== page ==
By Liz Tracy
By Alex Rendon
By Abel Folgar
By Lee Zimmerman
By David Rolland
By Lee Zimmerman
By Alex Rendon
By Liz Tracy
There are plenty of good reasons for women to be bitchy: the glass ceiling, social oppression, pantyhose, bad pick-up lines, double standards, uncomfortable shoes, and, of course, cramps. When I feel particularly picked on, I go for a long walk, make a cup of chai, and turn myself into a simmering little teapot of passive-aggressive anger. But Saturday I went to Gold Coast Roller Rink (2604 S. Federal Hwy., Fort Lauderdale) to witness the Sunshine State Smackdown — three teams of roller derby girls duking it out in a bloodletting battle for roller rink dominance. Here it dawned on me that my stress-check methods are for sissies. You gotta get out there and let your muscles do your talking, girl. If I was serious about venting, I'd be wearing skates and knocking out teeth.
Ambience: Gold Coast is the roller rink from your childhood — flashing lights over the rink, "play till you win" candy machines, fatty food, festive carpeting. As I walked inside, I sniffed for that musky scent I associate with childhood skate parties. I found that Gold Coast's birthday party fragrance had been replaced by the reek of angry estrogen. The women had made this skating facility their bitch — two roller derby girls commandeered the men's restroom when they found the ladies' too crowded for their taste. A faux-hawked woman in a black leather skirt and boots un-self-consciously pulled a breast out of her top and proceeded to feed her baby. Woman power briefly engulfed my senses; I stifled the urge to strike a Rosie the Riveter arm-pump pose.
The place was packed. The line to the snack bar snaked across the green and purple tile of the sitting area as customers wearing "Girl Power" shirts edged slowly toward the counter for their requisite beer and slice of greasy pizza. Lime-green tape defined the game play area, and the part of the rink not used for the derby had been stocked with chairs to seat the raucous spectators. Between roller bouts, punk rock bands covered Misfits songs and, coupled with the buzz of kids screaming and people slurping beers, rendered conversation completely impossible.
But as soon as the band set ended, another roller derby bout began — broad-shouldered girls whipping around the rink, a blur of black cloth and green tattoos. The crowd screamed each time a jammer — the girl on each team who scores points by skating past members of the opposing team — turned out another lap.
Suddenly a girl going by the derby name Fulla Hate sprawled across the polished floor, as if somebody had hurled a piece of furniture out of the audience. Unable to pull herself up from her hard fall, she grimaced with pain as she was helped off the rink. Later I saw Fulla, her tall skate sock packed fulla ice, limping around the wings.
In its quest for my pampered attention, the Smackdown had violently earned it.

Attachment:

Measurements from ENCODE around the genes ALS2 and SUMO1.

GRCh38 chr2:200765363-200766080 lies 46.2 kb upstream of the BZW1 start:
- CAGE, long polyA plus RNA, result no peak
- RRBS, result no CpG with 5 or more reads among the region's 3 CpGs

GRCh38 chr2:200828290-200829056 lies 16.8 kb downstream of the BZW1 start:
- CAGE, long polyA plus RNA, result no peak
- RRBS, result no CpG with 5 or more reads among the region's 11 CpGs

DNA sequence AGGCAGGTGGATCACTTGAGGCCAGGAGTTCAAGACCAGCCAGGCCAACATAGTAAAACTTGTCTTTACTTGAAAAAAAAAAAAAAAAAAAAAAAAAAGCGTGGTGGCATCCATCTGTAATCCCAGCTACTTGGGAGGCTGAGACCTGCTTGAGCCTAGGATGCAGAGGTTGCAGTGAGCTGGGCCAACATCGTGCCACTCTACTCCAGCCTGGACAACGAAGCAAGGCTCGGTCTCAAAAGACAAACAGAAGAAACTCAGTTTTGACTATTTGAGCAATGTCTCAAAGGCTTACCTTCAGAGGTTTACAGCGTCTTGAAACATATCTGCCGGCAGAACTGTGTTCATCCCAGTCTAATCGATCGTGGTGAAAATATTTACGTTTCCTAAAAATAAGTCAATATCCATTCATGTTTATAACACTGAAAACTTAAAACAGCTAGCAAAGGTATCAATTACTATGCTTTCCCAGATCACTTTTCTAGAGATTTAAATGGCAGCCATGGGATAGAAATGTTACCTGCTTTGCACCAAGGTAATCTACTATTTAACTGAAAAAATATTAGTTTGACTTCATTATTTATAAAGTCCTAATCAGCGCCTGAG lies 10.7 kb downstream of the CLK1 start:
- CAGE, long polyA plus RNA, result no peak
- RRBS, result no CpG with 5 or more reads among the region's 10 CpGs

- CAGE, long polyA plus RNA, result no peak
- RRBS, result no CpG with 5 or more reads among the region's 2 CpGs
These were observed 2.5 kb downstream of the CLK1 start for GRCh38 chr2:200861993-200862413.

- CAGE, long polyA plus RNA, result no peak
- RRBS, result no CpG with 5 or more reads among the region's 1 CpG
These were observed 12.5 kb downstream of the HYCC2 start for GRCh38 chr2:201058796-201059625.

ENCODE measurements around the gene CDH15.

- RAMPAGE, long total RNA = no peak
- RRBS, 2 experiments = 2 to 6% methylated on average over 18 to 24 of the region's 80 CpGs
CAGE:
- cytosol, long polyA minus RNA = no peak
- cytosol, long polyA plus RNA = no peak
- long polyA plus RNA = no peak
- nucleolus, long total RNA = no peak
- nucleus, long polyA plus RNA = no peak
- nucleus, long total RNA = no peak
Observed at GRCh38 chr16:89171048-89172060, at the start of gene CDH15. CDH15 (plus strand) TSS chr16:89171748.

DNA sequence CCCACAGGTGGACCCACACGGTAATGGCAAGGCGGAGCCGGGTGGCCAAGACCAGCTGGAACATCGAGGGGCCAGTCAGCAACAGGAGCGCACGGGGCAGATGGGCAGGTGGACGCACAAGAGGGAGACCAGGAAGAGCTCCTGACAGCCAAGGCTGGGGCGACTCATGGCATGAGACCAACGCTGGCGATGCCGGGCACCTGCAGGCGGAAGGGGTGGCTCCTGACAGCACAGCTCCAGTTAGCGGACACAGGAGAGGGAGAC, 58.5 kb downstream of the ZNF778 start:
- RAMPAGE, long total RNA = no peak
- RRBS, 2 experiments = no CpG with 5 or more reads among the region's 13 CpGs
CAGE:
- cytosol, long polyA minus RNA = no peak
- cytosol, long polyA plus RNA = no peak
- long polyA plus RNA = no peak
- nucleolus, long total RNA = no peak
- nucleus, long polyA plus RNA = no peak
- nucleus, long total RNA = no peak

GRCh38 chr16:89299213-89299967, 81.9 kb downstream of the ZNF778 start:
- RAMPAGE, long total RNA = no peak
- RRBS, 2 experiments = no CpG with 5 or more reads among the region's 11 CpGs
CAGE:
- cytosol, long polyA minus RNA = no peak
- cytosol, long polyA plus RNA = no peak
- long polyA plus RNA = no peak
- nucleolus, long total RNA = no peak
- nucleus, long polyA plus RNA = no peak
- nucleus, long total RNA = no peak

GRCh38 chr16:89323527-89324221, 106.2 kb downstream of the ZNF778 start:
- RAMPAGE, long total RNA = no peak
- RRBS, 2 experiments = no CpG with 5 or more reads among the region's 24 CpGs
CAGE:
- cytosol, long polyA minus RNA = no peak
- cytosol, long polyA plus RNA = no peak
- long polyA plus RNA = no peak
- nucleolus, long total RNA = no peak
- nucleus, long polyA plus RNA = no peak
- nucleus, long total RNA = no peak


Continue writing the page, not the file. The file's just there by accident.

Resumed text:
The Smackdown: Derby is about skating fast, scoring points, and blocking opponents from scoring — by whatever means necessary. The two-evening Sunshine State Smackdown consisted of three different teams — Indian River Derby Girls, Molly Rogers Roller Girls, and the Broward County Derby Grrls — catfighting it out, each team playing two bouts per night. But it's just as much about cute, quasi-intimidating nicknames ("Sister Spank," "Leetha N Fection," or "Sin D. Lap-Her"), high, striped socks, and sisterhood as it is about competition. Not to mention aggressive empowerment — you're just waiting for these girls to whip off their bras and set them on fire with their skull-shaped cigarette lighters.
Out on the rink, Broward County Derby Grrl Trauma Sutra is a blur of studs and kinky platinum blond hair. She's also got a bad habit of ending up in the "Skank Tank" — a cage skaters wind up in for using cheap tactics (like, say, placing your elbow deftly into your opponent's rib cage) in their quest to bring the enemy to her knees — or ass, if possible.
"You seem to be pretty comfortable in the penalty box," I said. "Any particular reason you spend so much time there?"
"I actually think the refs are picking on me, but sometimes you can't help but put out an elbow — a reflex," Trauma told me, her voice fast and excited from the adrenaline still pumping. "Even so, I'm a nurse, and it hurts me to see people hurt. I'll see a girl crying, holding her wrist or something, and I'll go over and say, 'Are you OK? I'm so sorry.'"
"Wow, that's very decent of you," I said.
"My coach yells at me when I do it," she said. "But I feel bad for hurting them, and can't help myself."
But Jack U Up, a teammate of Trauma's, isn't quite as apologetic in her quest for blood. Broad-shouldered and narrow-eyed, she towered over me in her roller skates.
"I work at Home Depot and manage to be calm there," she said. "I'm here to take out my aggression."
Drinks: You can go to a bar any night of the week and get drunk on cheap beer. But how often can you get drunk on cheap beer ($3 domestic, $4 import) while Amazons in mesh stockings and kneepads fly recklessly around a rink? Drinking at my favorite dive just won't be the same after the thrill of increasing inebriation set to the glorious cadence of brawling babes tit-punching each other. But because the rink doesn't serve alcohol every day, imbibers are asked to sign a liability form to absolve the rink of responsibility for the shit you get yourself into while boozed up (like picking a fight with one of them bad-ass roller chicks, perhaps?).